Last Updated December 20th, 2021
Overview of Gonorrhoea
The World Health Organisation (WHO) recently presented a statistics that shows that nearly 498 million people all over the world in the age group of 15-49 suffer from different types of sexually transmitted diseases (STD). Therefore the global burden of STDs is very high. This is mainly attributed to unprotected sexual activities or a stark lack of sexual health.
Gonorrhoea is a type of sexually transmitted disease that arises from Neisseria infections. The 2012 findings of the World Health Organisation brought to light that the global prevalence of Gonorrhoea among females (age group: 15-49 years) was nearly 0.8% and that of men was around 0.6%. Awareness related to sexual health and safe sexual practices is being spread through unnumbered health campaigns in different countries in order to bring the current health burden under control.
What is Gonorrhoea?
Gonorrhoea is a severe form of a sexually transmitted disease mediated by the bacterium Neisseria gonorrhoeae, that mainly affects people who are sexually active. Both men and women belonging to different age groups, ethnic and geographical groups may develop gonorrhoea and associated infections. In men, the disease presents as strong-smelling and sticky urethral discharge and painful urination. In sexually active women, the disease presents as infections of the urethral tube, which may eventually progress to urethritis or cervicitis. Studies have shown that 20% of the women having Gonorrhoea may develop uterine infections in future. In a few rare cases, Gonorrhoea transmits from a mother to the child through breastfeeding or via the maternal-fetal circulation.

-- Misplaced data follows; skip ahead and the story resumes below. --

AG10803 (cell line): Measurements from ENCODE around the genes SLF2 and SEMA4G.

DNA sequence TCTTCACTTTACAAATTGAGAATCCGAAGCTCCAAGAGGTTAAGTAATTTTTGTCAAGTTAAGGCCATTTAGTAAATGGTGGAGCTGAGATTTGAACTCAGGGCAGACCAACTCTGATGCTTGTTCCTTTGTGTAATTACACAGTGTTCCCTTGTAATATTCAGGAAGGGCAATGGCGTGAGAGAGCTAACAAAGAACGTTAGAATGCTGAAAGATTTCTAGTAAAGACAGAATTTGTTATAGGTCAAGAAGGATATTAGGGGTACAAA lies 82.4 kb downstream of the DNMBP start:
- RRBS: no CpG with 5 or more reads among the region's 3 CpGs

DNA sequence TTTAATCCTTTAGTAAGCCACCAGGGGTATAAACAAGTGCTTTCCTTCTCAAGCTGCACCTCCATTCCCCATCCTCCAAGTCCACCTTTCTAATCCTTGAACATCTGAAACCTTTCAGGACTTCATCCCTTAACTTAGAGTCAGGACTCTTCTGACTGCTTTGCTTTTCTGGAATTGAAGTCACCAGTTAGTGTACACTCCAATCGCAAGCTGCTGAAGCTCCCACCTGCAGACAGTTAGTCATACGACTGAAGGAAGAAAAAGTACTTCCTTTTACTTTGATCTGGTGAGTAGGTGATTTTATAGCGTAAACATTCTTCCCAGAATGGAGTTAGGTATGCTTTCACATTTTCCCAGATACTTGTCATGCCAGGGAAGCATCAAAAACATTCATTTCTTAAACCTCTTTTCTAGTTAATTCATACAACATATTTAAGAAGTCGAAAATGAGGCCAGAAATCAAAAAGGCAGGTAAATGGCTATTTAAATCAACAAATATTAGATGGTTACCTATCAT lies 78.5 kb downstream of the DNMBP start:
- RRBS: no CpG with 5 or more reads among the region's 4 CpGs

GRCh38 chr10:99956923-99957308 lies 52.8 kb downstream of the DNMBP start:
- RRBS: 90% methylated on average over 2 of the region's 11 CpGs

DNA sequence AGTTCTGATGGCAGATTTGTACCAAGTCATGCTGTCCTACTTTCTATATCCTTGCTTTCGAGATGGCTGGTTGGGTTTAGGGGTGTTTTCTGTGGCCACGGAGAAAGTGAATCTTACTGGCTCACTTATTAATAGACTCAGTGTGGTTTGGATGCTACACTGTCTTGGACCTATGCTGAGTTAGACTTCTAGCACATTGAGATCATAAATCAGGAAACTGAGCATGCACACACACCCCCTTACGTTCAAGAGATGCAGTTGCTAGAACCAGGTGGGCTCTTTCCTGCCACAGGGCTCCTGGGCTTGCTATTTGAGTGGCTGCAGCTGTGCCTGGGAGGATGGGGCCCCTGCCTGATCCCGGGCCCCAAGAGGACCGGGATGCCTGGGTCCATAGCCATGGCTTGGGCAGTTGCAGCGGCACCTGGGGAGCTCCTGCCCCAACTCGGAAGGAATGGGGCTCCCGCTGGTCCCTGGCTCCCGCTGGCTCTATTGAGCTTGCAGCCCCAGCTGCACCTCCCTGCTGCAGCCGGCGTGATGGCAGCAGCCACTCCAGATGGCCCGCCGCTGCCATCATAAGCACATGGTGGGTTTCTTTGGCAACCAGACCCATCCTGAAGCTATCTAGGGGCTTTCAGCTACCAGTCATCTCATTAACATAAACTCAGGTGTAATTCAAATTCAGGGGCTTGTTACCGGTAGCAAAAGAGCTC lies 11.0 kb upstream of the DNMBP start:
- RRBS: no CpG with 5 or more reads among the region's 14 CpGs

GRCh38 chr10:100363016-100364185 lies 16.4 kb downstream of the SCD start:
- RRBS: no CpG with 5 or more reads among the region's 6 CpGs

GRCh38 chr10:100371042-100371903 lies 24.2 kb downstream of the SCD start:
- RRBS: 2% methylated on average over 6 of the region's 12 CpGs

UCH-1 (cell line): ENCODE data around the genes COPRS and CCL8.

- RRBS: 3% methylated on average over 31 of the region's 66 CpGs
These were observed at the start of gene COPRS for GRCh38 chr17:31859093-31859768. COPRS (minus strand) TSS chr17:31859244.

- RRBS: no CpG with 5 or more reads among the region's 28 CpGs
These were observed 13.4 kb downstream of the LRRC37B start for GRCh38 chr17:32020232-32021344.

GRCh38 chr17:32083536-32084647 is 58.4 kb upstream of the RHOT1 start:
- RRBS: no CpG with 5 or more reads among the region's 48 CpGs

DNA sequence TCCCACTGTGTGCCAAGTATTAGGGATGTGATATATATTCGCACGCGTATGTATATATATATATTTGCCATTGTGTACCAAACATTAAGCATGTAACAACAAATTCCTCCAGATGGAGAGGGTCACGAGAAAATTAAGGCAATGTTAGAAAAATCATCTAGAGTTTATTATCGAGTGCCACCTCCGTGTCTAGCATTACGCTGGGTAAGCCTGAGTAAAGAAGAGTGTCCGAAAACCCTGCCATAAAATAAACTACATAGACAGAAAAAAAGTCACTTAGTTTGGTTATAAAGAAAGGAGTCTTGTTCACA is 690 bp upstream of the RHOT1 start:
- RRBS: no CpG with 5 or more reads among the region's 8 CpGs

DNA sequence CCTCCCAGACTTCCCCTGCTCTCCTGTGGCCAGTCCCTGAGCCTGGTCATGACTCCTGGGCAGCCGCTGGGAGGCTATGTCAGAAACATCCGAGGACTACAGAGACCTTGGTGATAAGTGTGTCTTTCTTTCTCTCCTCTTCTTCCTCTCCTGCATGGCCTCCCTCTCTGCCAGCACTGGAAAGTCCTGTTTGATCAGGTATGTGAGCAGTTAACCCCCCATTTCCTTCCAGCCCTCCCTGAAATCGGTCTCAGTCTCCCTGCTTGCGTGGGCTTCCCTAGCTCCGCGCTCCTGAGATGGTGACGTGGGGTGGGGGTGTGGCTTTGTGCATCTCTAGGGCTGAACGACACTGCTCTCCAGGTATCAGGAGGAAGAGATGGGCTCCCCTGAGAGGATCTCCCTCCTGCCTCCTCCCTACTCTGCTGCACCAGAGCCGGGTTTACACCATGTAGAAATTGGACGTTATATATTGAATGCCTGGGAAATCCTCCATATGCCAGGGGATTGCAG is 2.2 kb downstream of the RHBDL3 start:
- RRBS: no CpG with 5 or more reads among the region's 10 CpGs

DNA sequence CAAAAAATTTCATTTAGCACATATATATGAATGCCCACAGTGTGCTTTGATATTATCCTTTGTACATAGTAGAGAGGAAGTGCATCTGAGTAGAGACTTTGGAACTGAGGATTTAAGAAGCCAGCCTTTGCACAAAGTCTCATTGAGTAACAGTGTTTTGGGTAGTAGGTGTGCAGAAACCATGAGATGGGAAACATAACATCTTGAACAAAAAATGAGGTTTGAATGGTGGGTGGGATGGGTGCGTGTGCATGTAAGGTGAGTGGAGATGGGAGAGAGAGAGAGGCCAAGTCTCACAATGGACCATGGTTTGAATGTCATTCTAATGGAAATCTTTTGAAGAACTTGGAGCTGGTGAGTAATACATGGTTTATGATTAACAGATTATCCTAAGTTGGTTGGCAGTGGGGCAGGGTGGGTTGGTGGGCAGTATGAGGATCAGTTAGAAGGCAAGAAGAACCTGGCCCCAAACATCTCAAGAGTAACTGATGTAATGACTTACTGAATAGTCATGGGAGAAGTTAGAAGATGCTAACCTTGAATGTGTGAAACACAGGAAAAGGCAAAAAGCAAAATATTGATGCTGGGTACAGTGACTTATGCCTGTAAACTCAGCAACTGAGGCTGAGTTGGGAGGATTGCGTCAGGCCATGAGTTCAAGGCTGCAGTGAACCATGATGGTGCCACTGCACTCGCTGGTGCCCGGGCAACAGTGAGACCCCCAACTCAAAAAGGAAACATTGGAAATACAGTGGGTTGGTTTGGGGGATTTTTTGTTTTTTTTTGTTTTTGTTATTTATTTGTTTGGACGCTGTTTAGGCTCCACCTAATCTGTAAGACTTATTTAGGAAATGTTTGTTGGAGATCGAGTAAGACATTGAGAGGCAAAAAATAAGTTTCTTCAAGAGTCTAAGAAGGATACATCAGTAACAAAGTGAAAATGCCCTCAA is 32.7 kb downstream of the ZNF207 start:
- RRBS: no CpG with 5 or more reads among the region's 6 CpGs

Transmission routes of Gonorrhoea
Gonorrhoea is a communicable disease. However, it does not spread through casual contact, contrary to the popular myth. It spreads only through sexual interactions with an infected person or sharing personal items, especially towels or bed-sheets with the patient. Unexpected occurrence of Gonorrhoea may occur due to spread of the bacteria (Neisseria) to the rectum or the respiratory tract. Vertical transmission of Gonorrhoea may occur due to breastfeeding by an infected mother or trans-placental connection in the gestation period. It should be clearly remembered that Gonorrhoea does not spread through handshakes or acts like sneezing or coughing.
What are the main causes of Gonorrhoea?
Gonorrhoea is triggered by multiple factors, mainly the ones related to sexual activities. The most common factors that induce Gonorrhoea are as follows-
- Infections caused by Neisseria gonorrhoeae
- Being sexually active from a very young age
- Unprotected anal and vaginal sex
- Oral sex with an infected partner
- Having multiple sex partners
- Lack of knowledge of healthy sexual habits
- Having intercourse with a person infected with other STDs like AIDS, Syphilis, Chlamydia etc
- Having sex with a person of the same gender
- Sharing needles or syringes with an infected person
- Blood transfusion (infected donor)
- Vertical transmission (mother to child)
- Maternal foetal circulation (Trans-placental transmission)
- Sexual abuse (infection acquired forcefully)
- Past occurrence of sexually transmitted infections
- Vulnerability owing to ethnicity (Eg: African Americans)
Pathophysiology of Gonorrhoea
The Gonococci primarily attacks the cuboidal and the columnar epithelium. Next, they attach to the mucosal epithelium and actively multiply after intrusion into the cells. From the mucosal cells, they penetrate the sub-epithelial cells and the infection takes place in the sub-epithelial space. The attachment and penetration of the bacteria into the host cells are facilitated by some specific proteins namely- opa, pili and porin. The inflammatory response and the release of TNF-α are catalyzed by the gonococcal lipooligosaccharide (LOS). This gives rise to the symptoms and complications associated with the disease. Severe neutrophil response occurs at this stage that leads to three conditions-